Let me share a concrete example in the form of, “I’m William Shatner, and my dick is bigger than everyone else’s.”
I adored Classic Trek as a youngling. Anytime it was on TV I’d stop everything and watch it. By the time ’89 rolled around I’d more than likely seen every episode of the original series in excess of twenty times. There was something about it that fascinated me and catapulted my imagination and passion for logic and science. Star Trek made me dream of a world where you had a group of people you were close to, who you could count on in life and death situations, and who had similar beliefs about a positive future for all humanity. That was Gene Roddenberry’s Star Trek and it was part of my soul. But—and let’s be honest—it wasn’t really part of William Shatner’s world view as an actor of debuting director. The Final Frontier isn’t really about “The” Final Frontier, but about William Shatner demonstrating how he, as Kirk, can kick God’s ass to heaven and back while at the same time finding a way to demean every other beloved Star Trek character including the most iconic star of the series: The starship Enterprise.
Here are a few examples:
Sulu, who’s spent his entire life navigating the galaxy, gets lost in Yosemite national park with Chekov. What? He doesn’t have a map? GPS doesn’t exist in the future? He forgot how to use the sun, the biggest star in the sky, to help him identify north? Speaking of north, he doesn’t have a compass? And for fucks sake, he’s in a world famous park surrounded by huge, readily visible mountains and cliffs, he can’t use those for navigation?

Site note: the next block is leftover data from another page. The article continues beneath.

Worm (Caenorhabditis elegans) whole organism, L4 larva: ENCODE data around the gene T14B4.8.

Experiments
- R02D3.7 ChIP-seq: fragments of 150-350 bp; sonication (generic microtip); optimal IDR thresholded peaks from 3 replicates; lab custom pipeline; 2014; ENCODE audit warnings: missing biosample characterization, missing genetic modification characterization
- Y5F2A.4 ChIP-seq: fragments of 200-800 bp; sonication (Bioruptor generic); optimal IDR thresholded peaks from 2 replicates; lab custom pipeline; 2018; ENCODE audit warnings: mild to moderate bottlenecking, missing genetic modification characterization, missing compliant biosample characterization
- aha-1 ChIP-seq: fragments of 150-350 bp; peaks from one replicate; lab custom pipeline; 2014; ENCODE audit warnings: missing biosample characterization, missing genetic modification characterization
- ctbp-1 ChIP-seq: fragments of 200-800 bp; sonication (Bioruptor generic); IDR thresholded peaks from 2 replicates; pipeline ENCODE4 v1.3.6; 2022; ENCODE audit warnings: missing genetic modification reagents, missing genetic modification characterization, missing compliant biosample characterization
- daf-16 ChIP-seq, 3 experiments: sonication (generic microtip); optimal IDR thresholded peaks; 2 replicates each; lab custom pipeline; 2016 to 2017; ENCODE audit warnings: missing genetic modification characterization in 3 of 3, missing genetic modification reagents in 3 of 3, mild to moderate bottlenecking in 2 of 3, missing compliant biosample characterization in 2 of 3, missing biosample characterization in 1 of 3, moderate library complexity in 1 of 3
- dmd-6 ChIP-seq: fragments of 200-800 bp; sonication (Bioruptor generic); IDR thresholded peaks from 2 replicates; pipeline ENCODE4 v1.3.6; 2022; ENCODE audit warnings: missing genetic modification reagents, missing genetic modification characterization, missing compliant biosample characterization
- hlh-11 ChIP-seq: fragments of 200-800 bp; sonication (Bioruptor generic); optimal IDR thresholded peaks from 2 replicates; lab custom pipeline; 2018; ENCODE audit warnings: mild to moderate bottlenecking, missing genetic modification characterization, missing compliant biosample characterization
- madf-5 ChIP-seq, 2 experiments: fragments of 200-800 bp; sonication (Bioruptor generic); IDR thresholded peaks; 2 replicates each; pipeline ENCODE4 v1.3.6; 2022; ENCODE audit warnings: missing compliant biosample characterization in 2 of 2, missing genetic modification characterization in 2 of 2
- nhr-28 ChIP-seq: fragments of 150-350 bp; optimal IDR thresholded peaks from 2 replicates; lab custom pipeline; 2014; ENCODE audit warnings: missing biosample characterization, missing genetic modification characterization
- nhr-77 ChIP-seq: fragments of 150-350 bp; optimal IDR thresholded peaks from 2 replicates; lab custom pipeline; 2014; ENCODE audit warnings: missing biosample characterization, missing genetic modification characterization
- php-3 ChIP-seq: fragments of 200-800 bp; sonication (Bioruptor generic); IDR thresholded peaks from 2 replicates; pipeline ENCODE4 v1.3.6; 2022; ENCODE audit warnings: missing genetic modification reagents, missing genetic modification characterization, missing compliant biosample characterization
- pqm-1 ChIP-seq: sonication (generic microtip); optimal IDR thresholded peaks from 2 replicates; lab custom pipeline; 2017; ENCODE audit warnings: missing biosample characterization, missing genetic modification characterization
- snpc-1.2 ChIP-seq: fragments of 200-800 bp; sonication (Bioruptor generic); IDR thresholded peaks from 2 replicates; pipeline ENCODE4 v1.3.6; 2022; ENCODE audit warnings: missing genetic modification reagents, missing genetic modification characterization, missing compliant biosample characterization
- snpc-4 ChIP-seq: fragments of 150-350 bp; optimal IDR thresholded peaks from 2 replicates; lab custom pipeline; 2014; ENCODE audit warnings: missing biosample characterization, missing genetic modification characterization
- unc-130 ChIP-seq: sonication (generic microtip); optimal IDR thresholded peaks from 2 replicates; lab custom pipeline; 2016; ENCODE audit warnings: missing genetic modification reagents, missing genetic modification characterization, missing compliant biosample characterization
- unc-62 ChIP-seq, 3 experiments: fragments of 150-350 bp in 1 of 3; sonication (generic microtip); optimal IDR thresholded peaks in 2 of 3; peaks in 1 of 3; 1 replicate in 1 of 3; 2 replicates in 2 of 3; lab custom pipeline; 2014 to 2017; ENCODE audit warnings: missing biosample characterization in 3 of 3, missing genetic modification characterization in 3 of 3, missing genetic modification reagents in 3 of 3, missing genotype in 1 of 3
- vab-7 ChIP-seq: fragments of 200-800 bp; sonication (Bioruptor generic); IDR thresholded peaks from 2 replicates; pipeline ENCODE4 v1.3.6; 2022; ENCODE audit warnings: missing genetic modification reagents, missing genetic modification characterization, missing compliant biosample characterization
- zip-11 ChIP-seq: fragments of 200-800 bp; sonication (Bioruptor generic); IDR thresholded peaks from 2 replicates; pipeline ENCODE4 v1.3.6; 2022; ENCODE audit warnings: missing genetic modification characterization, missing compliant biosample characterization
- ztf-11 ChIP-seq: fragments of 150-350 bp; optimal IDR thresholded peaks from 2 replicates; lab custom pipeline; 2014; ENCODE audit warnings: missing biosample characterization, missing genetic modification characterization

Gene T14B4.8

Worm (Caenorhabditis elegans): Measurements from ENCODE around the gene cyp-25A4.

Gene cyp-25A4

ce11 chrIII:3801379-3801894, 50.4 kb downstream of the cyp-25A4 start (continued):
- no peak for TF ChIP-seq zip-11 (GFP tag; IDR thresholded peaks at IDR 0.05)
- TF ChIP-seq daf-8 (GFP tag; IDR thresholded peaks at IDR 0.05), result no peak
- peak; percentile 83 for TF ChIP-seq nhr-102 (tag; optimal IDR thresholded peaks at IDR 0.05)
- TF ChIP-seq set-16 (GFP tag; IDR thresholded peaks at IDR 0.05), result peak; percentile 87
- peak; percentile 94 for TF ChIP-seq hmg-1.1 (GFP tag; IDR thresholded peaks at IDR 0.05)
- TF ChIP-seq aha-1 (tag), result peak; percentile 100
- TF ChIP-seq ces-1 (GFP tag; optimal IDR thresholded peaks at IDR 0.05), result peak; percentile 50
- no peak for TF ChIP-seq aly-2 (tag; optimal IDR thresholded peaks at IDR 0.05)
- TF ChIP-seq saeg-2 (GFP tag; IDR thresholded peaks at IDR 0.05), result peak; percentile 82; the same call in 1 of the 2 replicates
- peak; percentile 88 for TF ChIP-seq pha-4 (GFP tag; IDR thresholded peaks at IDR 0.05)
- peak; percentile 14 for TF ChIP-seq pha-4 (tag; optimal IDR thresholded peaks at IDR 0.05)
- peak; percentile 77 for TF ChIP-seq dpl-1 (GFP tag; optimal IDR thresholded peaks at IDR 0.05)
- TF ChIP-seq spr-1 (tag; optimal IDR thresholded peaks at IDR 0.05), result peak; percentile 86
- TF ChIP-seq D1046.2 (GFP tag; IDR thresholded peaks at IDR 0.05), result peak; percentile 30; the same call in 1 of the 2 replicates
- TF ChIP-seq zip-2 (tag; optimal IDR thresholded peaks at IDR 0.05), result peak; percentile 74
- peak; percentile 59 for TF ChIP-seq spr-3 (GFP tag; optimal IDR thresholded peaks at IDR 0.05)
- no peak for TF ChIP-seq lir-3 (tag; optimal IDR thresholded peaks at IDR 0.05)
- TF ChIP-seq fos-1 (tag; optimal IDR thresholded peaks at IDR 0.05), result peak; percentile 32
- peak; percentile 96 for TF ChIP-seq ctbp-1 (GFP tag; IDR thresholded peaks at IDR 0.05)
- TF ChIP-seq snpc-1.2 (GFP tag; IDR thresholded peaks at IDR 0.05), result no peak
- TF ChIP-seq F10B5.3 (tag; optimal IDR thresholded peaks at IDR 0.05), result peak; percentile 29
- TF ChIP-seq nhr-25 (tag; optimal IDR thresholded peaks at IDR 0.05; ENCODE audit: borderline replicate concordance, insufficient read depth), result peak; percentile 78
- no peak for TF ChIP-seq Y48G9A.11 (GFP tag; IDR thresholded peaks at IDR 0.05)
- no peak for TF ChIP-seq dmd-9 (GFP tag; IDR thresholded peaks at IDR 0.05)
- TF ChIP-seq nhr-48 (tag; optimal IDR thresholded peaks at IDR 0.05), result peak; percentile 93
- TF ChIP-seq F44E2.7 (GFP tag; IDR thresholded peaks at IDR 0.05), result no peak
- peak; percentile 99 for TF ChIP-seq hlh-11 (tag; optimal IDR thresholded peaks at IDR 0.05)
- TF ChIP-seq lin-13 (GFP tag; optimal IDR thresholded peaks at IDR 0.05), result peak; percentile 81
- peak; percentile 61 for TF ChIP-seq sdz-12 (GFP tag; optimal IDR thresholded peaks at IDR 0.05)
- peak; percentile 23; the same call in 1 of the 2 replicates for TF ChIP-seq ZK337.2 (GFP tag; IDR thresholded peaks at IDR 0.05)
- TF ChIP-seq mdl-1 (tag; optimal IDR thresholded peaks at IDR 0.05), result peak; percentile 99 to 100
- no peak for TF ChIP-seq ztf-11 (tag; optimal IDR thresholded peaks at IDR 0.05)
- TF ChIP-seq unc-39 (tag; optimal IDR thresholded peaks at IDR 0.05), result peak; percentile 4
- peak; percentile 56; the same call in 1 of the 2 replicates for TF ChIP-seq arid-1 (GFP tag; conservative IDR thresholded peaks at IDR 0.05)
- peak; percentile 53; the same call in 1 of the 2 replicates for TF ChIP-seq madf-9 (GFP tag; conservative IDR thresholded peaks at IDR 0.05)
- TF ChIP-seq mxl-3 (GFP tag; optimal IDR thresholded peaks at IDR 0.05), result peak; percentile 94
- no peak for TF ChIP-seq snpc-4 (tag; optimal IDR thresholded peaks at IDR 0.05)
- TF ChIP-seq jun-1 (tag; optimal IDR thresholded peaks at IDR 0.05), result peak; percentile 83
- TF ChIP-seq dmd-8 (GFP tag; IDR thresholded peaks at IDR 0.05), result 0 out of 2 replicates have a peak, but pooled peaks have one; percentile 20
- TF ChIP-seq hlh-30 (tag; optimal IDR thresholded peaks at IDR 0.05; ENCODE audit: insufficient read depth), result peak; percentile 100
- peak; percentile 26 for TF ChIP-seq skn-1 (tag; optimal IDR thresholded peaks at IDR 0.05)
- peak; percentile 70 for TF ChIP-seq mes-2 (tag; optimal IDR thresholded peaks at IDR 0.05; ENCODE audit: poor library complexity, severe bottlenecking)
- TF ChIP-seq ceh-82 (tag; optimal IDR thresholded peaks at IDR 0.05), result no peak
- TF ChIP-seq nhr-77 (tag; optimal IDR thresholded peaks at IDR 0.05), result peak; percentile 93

Uhura’s strip tease was just demeaning. All the guys do guy things but Shatner has her shoved back into a cliche to get a cheap laugh—but it doesn’t even do that. And quite frankly, the camera angles, music, dance routine, and everything about it made her look geriatric and plastic (which is nothing like Nichelle Nichols!). It was only near the actress’s passing that I learn how musically talented she was, which only highlights my point that Shatner really had to go out of his way to make her look the way she did. Don’t get me started on how she hits on Scotty after succumbing to Spock’s half-brother’s hippie rock and crystals brainwashing bullshit.